Relation between Subject & Verbs
Subject and Verbs
- A sentence must have the subject and the verb. Usually, the subject is a noun or a pronoun—a phrase or a word that names a person, place, or thing. The verb denotes an action or a state of being.
- A subject is a person who performs the action. In contrast, the verb is an action done by the subject.
What is the relation between Subject and Verbs?
The verb (or the predicate) follows the subject. Remember that the subject is what the sentence is about, and the verb refers to what the subject does or is.
What is the Subject-Verb Agreement?
- Subject-verb agreement refers to the grammar rule that the subject of a sentence must agree with the main verb of that very sentence.
- A subject and the verb of a sentence should agree in number.
Basic Rules of Subject Verb Agreement
Let us take a look at the subject-verb agreement rules below.
- When a singular subject is used, the verb used in the sentence will be singular too.
- In case when the subject is plural, the same form of the verb is written (plural form) i.e without an ‘s’ at the end of the verb.
- When the subject of the sentence includes two or more nouns or pronouns connected by and, use a plural verb.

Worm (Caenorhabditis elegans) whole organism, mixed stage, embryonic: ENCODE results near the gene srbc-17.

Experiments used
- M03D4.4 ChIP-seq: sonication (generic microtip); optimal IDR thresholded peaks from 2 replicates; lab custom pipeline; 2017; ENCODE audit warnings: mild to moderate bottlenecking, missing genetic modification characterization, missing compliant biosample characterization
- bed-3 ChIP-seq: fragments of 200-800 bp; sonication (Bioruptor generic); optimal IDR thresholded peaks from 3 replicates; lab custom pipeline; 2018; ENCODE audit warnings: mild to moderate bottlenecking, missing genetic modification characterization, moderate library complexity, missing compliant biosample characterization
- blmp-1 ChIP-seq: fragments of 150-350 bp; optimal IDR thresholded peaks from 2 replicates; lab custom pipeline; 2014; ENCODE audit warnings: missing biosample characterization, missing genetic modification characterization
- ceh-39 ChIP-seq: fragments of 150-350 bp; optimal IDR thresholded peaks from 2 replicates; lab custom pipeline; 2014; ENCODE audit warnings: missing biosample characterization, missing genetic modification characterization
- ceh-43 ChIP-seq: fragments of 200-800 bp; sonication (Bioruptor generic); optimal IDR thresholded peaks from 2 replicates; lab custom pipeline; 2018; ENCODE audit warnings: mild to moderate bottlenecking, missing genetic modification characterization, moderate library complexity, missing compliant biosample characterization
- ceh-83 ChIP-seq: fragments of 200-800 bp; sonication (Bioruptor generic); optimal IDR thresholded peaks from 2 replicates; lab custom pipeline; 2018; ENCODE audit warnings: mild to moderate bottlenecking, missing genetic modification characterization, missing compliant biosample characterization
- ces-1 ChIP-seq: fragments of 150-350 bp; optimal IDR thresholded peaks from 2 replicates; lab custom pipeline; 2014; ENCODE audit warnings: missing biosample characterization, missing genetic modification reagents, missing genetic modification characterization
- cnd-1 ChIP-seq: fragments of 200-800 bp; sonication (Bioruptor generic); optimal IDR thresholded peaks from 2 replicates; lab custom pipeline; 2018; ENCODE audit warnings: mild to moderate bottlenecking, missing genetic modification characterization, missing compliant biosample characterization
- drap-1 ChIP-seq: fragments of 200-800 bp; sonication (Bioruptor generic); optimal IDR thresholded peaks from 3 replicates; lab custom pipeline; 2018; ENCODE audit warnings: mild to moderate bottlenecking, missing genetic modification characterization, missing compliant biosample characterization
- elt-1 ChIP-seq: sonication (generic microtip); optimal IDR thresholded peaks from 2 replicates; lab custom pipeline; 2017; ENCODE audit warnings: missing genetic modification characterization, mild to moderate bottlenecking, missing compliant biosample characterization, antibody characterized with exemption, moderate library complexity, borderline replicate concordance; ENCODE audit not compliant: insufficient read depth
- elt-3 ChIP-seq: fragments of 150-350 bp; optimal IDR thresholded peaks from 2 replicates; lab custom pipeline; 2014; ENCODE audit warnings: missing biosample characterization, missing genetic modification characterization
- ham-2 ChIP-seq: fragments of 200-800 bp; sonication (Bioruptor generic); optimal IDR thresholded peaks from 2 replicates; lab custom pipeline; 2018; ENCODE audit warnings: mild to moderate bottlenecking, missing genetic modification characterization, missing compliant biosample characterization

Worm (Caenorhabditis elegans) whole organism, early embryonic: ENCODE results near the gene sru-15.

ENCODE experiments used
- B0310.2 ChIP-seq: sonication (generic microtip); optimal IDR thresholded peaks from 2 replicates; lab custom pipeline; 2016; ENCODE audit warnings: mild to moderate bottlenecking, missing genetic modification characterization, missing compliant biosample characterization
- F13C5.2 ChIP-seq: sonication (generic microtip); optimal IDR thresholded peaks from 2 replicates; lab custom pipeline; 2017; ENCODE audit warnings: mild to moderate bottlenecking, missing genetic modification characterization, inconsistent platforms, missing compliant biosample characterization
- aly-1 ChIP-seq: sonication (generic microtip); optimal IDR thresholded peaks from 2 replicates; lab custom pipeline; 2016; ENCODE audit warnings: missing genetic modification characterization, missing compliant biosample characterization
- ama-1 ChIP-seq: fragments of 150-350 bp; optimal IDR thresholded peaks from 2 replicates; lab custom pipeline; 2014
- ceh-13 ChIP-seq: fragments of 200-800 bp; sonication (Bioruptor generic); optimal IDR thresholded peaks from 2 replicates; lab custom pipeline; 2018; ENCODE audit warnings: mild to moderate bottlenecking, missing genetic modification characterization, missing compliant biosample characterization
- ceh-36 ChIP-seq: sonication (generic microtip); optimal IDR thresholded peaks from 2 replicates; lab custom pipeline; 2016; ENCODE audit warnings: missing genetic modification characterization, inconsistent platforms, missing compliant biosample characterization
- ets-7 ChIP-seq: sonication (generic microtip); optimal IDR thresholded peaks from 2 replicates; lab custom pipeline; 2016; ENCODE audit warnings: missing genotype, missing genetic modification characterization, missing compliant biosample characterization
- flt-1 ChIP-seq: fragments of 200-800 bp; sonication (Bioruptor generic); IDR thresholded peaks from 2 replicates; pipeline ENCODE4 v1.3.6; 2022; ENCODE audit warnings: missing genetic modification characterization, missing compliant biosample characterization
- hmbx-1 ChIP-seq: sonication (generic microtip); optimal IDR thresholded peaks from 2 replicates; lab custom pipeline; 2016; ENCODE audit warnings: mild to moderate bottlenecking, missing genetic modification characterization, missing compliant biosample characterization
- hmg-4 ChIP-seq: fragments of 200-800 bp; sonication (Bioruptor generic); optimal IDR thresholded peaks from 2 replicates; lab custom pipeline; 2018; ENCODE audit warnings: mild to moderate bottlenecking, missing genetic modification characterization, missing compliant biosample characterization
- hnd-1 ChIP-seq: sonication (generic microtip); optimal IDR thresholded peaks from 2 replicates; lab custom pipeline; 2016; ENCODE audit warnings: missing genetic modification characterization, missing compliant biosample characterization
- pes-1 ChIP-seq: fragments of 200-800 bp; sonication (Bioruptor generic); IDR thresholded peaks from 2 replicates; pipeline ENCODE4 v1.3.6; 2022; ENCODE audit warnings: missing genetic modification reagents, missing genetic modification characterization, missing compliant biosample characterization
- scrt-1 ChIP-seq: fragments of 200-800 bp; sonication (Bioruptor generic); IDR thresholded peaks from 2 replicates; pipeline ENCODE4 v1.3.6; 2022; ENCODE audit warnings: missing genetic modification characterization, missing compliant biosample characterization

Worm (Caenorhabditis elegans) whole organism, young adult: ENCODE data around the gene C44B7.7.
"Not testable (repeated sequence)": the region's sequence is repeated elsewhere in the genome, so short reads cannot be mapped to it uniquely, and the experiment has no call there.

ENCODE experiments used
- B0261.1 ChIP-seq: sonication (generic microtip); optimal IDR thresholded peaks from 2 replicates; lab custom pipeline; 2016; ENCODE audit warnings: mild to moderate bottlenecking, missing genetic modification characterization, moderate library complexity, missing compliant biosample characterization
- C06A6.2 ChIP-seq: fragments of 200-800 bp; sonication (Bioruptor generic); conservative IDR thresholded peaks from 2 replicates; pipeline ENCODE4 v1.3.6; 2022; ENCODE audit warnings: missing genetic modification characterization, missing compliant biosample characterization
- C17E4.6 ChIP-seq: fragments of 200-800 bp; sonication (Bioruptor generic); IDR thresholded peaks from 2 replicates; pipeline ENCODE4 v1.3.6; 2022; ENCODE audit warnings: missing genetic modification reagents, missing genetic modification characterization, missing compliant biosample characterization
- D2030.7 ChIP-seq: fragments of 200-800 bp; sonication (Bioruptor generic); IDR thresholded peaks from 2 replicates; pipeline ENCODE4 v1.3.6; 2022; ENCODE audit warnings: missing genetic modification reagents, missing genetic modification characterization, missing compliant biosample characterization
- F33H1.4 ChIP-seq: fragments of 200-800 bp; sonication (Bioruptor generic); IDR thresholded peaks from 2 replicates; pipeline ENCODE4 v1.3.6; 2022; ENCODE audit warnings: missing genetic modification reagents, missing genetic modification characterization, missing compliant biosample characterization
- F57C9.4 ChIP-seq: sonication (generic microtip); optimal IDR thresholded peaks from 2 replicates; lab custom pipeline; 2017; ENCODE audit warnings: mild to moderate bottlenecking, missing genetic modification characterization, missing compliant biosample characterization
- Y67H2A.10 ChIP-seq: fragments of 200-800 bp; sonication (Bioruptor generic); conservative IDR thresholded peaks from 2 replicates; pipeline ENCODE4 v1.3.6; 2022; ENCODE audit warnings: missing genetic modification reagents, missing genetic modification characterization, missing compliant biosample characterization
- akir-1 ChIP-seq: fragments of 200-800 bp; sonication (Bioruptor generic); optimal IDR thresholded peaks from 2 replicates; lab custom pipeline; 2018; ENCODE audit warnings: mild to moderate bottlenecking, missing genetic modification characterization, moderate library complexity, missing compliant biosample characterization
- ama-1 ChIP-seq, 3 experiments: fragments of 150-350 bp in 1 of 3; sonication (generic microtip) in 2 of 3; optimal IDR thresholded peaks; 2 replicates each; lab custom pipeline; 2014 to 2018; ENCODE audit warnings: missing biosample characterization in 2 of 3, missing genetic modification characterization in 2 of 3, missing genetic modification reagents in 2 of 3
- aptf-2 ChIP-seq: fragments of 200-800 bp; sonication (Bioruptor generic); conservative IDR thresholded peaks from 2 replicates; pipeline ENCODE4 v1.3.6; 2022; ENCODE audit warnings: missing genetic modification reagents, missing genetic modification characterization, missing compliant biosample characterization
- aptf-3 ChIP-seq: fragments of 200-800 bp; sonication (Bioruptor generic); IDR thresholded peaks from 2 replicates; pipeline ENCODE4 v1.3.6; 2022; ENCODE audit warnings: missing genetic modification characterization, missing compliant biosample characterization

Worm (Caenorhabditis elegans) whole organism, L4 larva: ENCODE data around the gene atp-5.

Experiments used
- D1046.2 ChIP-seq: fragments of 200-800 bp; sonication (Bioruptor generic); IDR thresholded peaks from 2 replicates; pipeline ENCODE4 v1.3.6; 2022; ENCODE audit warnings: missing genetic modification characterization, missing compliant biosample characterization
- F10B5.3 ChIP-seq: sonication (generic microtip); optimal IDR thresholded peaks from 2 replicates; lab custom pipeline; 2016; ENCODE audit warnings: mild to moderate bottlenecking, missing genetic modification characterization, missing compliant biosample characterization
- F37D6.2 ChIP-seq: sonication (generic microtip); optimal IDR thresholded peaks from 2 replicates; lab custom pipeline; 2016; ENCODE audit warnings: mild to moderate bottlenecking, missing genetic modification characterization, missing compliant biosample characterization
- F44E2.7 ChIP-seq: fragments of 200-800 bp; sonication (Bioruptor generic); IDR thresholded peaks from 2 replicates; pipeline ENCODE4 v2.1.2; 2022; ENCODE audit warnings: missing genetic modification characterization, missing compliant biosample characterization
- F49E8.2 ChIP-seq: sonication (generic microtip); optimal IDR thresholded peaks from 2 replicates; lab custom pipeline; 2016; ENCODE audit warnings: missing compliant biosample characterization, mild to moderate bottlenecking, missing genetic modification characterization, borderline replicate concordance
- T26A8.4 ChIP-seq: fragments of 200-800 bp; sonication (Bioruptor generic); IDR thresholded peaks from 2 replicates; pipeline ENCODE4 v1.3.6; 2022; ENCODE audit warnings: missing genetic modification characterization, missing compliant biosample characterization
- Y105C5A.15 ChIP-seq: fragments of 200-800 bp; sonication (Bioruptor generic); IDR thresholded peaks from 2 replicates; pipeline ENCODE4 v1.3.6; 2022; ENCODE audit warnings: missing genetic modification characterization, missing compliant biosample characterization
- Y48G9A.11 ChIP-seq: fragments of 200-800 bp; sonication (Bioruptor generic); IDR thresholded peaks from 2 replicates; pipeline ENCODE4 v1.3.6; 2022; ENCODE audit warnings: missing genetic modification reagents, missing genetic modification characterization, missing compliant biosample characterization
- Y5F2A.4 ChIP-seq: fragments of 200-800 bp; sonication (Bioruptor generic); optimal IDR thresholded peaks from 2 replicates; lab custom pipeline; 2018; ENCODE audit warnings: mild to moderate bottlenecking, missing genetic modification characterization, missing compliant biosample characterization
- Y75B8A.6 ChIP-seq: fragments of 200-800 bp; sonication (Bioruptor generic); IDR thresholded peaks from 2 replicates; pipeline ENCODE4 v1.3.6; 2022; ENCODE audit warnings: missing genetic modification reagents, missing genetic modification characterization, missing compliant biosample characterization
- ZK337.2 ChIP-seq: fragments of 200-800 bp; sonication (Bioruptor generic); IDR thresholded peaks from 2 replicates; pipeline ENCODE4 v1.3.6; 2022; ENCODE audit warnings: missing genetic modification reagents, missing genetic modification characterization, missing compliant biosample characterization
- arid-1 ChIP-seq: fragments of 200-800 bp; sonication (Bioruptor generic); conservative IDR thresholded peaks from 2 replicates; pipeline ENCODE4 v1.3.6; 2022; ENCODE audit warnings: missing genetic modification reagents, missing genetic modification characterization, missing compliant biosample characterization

- When there is one subject and more than one verb, the verbs throughout the sentence must agree with the subject.
- When a phrase (group of words) is written between the subject and verb, the verb still agrees with the main subject and not the noun or pronoun in the phrase following the subject of the sentence.
- Use a singular verb when two or more singular nouns or pronouns are connected by ‘or’ ‘nor’
- The words and phrases ‘each’, ‘each one’, ‘either’, ‘neither’, ‘everyone’, ‘everybody’, ‘anyone’, ‘anybody’, ‘nobody’, ‘somebody’, ‘someone’ and ‘no-one’ are singular and require a singular verb.
- Uncountable nouns usually use a singular verb.
Note: The Subject of the sentence is shown as S and the verb as V.
1. The general rule of a singular verb used only if the subject is singular, and plural if the subject is plural.
However, in sentences that begin with ‘there is’ or, ‘there are’, the subject is placed after the verb. Since ‘there is’ is not a subject, the verb agrees with the subject that follows a verb.
The word ‘Games’ is the subject of the above sentence, and it’s plural, so the plural verb ‘are’ is needed to be grammatically correct.
2. Another exception to the previous rule. If the list contains singular or plural nouns, the verb that precedes agrees with the first noun in the list.
- There is a cupboard, a table and a suitcase on the table.
- There are a cupboard, a table and a suitcase on the table.
But it sounds odd to have ‘are’ next to the singular noun phrase on a cupboard. The verb ‘is’ would sound ideal here.
Though both the sentences are correct, the second one is usually followed by many as it sounds more usual. Thus, when the subject after ‘there is’ or ‘there are’ is a list of items, make the verb agree with the first noun in the list.